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  1. #1
    Join Date
    Dec 2009
    Posts
    1,113

    Default Heading and Tailing

    Sorry if this should have been in the 'Rookies' section .


    Can you experienced folks tell me what, if anything can be taken from the various 'signs' of salmon on the river.

    On my last few days fishing i have seen salmon completely leaving the water vertically....i assume they are either....taking a fly/insect from the surface........trying to clean sea lice from themselves.....or are just plain 'enjoying life'.

    A lazy kinda sideways half out of the water 'flop'

    And a 'hump' showing on the surface.....as if the fish is arching it's back, and only showing the the 'arched' back.....almost 'porpoise' like

    I would be very interested in what might be learned from these 'Signs', with regards to what might be 'takers', and which not, or any other views/information on this.


    Thank You


    Brian

  2. #2
    Join Date
    Jul 2009
    Location
    Dumfriesshire
    Posts
    1,393

    Default

    Cover the head and tailing fish every time you can. IMHO that is the taking fish.

  3. #3

    Default

    Generally a salmon that is leaping around a pool is not a taking fish.

    A fish that is boiling on the surface (almost trout like) I find more often that not will turn for a fly and more effectivly, if you can drop a bunch of worms just upstream of the boil will take them no problem.

  4. #4
    Join Date
    Jan 2008
    Location
    AYRSHIRE
    Posts
    685

    Default

    Most of the fish I have seen which show in a vertical fashion have been in the tail of a pool. As such I have always concluded these to be running fish newly arrive into a pool. Salmon which show with a half hearted sort of sideways roll generally tend to be long term residents. Fish which show with a slow head and porpoise type roll, see--saw toggling action, are either new tenatnts to lie, or running fish. Either way if these fish are covered quickly after being seen they tend to be ready takers.
    Last edited by ABK; 14-08-2010 at 10:05 PM.

  5. #5
    Join Date
    Sep 2008
    Location
    New Cumnock ayrshire
    Posts
    1,397

    Default

    Quote Originally Posted by hurricane View Post
    Generally a salmon that is leaping around a pool is not a taking fish.


    got to disagree hear I been told and seen with spring fish if they are leaping they are usually good taking fish shows a sign they are aggravated and a passing spinner or fly makes them worse and they go for it usullay a violent take
    Let It Run !

  6. #6
    Join Date
    Nov 2009
    Location
    In a cooling North Atlantic...
    Posts
    1,127

    Default

    Brian,

    See 'Reynolds number' fluid flow.

  7. #7
    Join Date
    Dec 2009
    Location
    Isle of Lewis and Glasgow
    Posts
    233

    Default

    For me all the jumpers, floppers, head and tailers and every other 'sign' of fish just lets you know that there are fish there. There is no possible way of saying that a fish just breaking the surface is a ready taker. If you see a fish and cast over it I reckon 9 times out of 10 if you hook a fish it will be a different one than what you seen.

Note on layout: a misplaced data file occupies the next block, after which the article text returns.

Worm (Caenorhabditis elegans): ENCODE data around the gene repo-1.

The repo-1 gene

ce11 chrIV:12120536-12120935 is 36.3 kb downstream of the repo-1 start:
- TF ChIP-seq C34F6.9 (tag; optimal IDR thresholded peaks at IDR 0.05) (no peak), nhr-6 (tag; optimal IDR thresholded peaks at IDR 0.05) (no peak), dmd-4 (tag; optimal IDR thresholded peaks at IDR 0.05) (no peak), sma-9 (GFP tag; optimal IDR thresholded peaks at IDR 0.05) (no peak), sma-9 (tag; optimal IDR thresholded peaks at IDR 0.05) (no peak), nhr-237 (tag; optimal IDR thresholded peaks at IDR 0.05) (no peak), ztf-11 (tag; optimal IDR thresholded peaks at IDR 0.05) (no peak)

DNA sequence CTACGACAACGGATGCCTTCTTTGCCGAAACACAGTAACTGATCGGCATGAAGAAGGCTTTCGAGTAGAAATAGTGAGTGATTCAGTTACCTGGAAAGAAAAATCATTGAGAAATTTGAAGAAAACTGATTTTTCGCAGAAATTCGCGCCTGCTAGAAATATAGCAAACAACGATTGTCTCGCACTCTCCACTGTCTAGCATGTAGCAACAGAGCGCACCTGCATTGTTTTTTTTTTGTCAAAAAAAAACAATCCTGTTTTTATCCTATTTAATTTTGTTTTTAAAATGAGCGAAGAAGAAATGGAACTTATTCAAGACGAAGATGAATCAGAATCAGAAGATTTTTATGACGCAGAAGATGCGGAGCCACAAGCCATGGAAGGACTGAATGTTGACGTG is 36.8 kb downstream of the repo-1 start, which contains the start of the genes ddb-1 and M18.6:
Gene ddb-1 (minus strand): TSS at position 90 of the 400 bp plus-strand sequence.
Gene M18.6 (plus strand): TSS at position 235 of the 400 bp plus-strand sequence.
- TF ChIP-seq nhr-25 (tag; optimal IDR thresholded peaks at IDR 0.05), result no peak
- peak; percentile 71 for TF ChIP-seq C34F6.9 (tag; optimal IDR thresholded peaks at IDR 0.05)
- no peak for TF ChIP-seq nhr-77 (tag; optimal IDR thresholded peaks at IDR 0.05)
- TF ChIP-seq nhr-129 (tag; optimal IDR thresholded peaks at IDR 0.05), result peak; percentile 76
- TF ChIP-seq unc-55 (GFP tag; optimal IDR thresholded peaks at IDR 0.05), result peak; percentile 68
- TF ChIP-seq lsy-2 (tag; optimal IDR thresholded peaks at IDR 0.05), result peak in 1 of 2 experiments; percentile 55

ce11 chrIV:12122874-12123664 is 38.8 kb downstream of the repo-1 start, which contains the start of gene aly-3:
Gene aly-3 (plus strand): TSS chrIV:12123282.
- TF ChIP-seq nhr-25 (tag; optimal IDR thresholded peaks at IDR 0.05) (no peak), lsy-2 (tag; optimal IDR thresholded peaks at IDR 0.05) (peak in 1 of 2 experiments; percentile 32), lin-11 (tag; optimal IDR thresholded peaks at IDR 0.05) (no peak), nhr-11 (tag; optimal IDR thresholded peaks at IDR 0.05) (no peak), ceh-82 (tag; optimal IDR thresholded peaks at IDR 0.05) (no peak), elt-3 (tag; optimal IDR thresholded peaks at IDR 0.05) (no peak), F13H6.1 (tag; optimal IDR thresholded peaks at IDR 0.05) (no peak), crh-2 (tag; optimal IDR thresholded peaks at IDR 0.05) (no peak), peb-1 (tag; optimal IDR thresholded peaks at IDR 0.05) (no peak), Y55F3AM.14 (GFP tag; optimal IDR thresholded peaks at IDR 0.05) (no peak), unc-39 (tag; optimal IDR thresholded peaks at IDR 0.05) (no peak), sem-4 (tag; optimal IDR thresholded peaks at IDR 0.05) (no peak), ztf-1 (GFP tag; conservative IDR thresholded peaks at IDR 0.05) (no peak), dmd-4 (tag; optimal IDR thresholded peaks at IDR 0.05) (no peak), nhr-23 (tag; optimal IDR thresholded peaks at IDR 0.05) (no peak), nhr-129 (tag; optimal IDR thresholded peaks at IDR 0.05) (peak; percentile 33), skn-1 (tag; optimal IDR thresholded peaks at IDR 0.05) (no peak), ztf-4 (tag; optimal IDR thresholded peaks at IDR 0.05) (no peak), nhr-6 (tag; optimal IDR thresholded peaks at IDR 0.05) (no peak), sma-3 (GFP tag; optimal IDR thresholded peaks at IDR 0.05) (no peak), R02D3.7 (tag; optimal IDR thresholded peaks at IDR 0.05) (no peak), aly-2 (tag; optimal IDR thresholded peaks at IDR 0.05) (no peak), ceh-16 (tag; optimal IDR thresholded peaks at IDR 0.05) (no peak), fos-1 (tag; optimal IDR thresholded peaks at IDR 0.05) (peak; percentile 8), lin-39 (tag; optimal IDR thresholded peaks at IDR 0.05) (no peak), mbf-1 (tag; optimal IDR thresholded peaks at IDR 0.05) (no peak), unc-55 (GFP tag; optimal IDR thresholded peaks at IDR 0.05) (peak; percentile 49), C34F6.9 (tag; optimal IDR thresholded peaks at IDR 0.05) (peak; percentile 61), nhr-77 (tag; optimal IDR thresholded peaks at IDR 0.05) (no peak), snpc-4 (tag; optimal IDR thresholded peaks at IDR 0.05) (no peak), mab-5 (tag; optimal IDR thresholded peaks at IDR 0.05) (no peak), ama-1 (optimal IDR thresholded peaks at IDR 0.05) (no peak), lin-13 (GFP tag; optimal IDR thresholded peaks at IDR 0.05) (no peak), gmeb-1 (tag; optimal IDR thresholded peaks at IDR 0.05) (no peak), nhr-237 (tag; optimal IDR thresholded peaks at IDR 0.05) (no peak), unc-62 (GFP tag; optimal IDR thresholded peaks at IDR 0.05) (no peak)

8. #8

    Default

    Quote Originally Posted by TheSpeyCaster View Post
    got to disagree hear I been told and seen with spring fish if they are leaping they are usually good taking fish shows a sign they are aggravated and a passing spinner or fly makes them worse and they go for it usullay a violent take
    Agreed. Taken many a fish that have been consistently showing in a pool...

    The only certain thing that fish showing in a pool weill tell you..is that there's fish there..

  9. #9
    Join Date
    Jan 2008
    Location
    AYRSHIRE
    Posts
    685

    Default

    From my expereince I tend to believe that fish which head and tail are ready takers. If a fish is seen to head and tail and the location is covered after some delay then the possibility of hooking a different fish from the one seen is certainly possible. This I can accept without argument. However if a fish is seen and covered almost instantly, the chances are that if you hook a fish in the location you saw the rise, it will more than likely be the one which was seen. (Note I say more than likely and not definately). In wide rivers, or in peaty water, or coloured water, fish observation can be difficult, but on smaller river systems on a few occasions due to the location of some fish it has been possible to see "the" same fish which had just head and tailed only a couple of seconds earlier come and take a fly or lure.
    Last edited by ABK; 15-08-2010 at 10:39 PM.

  10. #10
    Join Date
    Jul 2009
    Location
    Brunei Darusallam
    Posts
    1,591

    Default

    Quote Originally Posted by keirross View Post
    Brian,

    See 'Reynolds number' fluid flow.
    What's Navier Stokes code or cfd got to do with a fishes propensity to take. I'm intrigued
    "In Britain we have a saying for situations like this.......difficult, difficult, lemon, difficult"

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